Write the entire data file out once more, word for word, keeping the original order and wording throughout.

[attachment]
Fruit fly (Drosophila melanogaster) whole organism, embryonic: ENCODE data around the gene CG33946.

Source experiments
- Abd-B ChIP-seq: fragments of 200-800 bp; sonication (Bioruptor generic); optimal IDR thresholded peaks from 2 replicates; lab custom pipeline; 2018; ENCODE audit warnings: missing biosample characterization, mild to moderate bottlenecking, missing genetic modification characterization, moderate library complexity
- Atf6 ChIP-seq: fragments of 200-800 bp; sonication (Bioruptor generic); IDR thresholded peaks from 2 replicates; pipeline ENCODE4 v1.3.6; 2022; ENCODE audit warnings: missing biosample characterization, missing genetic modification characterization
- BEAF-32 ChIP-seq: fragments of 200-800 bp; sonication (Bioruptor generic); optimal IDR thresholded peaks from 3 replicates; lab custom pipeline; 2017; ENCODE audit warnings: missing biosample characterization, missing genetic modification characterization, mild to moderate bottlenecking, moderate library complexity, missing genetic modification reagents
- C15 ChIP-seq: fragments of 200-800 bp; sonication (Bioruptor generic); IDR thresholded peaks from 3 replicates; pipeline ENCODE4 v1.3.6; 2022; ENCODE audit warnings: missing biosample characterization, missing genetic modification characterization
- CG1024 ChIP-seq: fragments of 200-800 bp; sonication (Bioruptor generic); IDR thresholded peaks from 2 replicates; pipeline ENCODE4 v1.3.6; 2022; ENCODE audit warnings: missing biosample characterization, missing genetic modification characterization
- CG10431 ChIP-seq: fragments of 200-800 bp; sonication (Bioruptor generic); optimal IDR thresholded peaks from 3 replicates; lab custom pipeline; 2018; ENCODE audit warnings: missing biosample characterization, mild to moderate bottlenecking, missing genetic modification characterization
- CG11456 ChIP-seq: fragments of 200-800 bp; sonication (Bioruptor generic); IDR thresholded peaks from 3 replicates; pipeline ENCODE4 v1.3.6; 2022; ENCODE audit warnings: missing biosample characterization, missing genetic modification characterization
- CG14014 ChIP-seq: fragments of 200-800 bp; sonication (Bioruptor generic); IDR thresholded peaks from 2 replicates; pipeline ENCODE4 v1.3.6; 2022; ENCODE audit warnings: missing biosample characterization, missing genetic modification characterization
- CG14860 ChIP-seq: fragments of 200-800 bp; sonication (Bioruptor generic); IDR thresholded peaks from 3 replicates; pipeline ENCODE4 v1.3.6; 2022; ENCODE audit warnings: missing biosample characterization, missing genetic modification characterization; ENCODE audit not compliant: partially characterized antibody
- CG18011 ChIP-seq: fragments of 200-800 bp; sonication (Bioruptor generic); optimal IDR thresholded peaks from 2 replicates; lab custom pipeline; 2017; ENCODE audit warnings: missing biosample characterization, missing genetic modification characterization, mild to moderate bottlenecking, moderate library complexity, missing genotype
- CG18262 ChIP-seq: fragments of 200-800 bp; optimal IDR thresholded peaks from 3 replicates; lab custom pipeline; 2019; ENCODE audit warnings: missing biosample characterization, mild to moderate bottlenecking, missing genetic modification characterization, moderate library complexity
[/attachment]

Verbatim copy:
Fruit fly (Drosophila melanogaster) whole organism, embryonic: ENCODE data around the gene CG33946.

Source experiments
- Abd-B ChIP-seq: fragments of 200-800 bp; sonication (Bioruptor generic); optimal IDR thresholded peaks from 2 replicates; lab custom pipeline; 2018; ENCODE audit warnings: missing biosample characterization, mild to moderate bottlenecking, missing genetic modification characterization, moderate library complexity
- Atf6 ChIP-seq: fragments of 200-800 bp; sonication (Bioruptor generic); IDR thresholded peaks from 2 replicates; pipeline ENCODE4 v1.3.6; 2022; ENCODE audit warnings: missing biosample characterization, missing genetic modification characterization
- BEAF-32 ChIP-seq: fragments of 200-800 bp; sonication (Bioruptor generic); optimal IDR thresholded peaks from 3 replicates; lab custom pipeline; 2017; ENCODE audit warnings: missing biosample characterization, missing genetic modification characterization, mild to moderate bottlenecking, moderate library complexity, missing genetic modification reagents
- C15 ChIP-seq: fragments of 200-800 bp; sonication (Bioruptor generic); IDR thresholded peaks from 3 replicates; pipeline ENCODE4 v1.3.6; 2022; ENCODE audit warnings: missing biosample characterization, missing genetic modification characterization
- CG1024 ChIP-seq: fragments of 200-800 bp; sonication (Bioruptor generic); IDR thresholded peaks from 2 replicates; pipeline ENCODE4 v1.3.6; 2022; ENCODE audit warnings: missing biosample characterization, missing genetic modification characterization
- CG10431 ChIP-seq: fragments of 200-800 bp; sonication (Bioruptor generic); optimal IDR thresholded peaks from 3 replicates; lab custom pipeline; 2018; ENCODE audit warnings: missing biosample characterization, mild to moderate bottlenecking, missing genetic modification characterization
- CG11456 ChIP-seq: fragments of 200-800 bp; sonication (Bioruptor generic); IDR thresholded peaks from 3 replicates; pipeline ENCODE4 v1.3.6; 2022; ENCODE audit warnings: missing biosample characterization, missing genetic modification characterization
- CG14014 ChIP-seq: fragments of 200-800 bp; sonication (Bioruptor generic); IDR thresholded peaks from 2 replicates; pipeline ENCODE4 v1.3.6; 2022; ENCODE audit warnings: missing biosample characterization, missing genetic modification characterization
- CG14860 ChIP-seq: fragments of 200-800 bp; sonication (Bioruptor generic); IDR thresholded peaks from 3 replicates; pipeline ENCODE4 v1.3.6; 2022; ENCODE audit warnings: missing biosample characterization, missing genetic modification characterization; ENCODE audit not compliant: partially characterized antibody
- CG18011 ChIP-seq: fragments of 200-800 bp; sonication (Bioruptor generic); optimal IDR thresholded peaks from 2 replicates; lab custom pipeline; 2017; ENCODE audit warnings: missing biosample characterization, missing genetic modification characterization, mild to moderate bottlenecking, moderate library complexity, missing genotype
- CG18262 ChIP-seq: fragments of 200-800 bp; optimal IDR thresholded peaks from 3 replicates; lab custom pipeline; 2019; ENCODE audit warnings: missing biosample characterization, mild to moderate bottlenecking, missing genetic modification characterization, moderate library complexity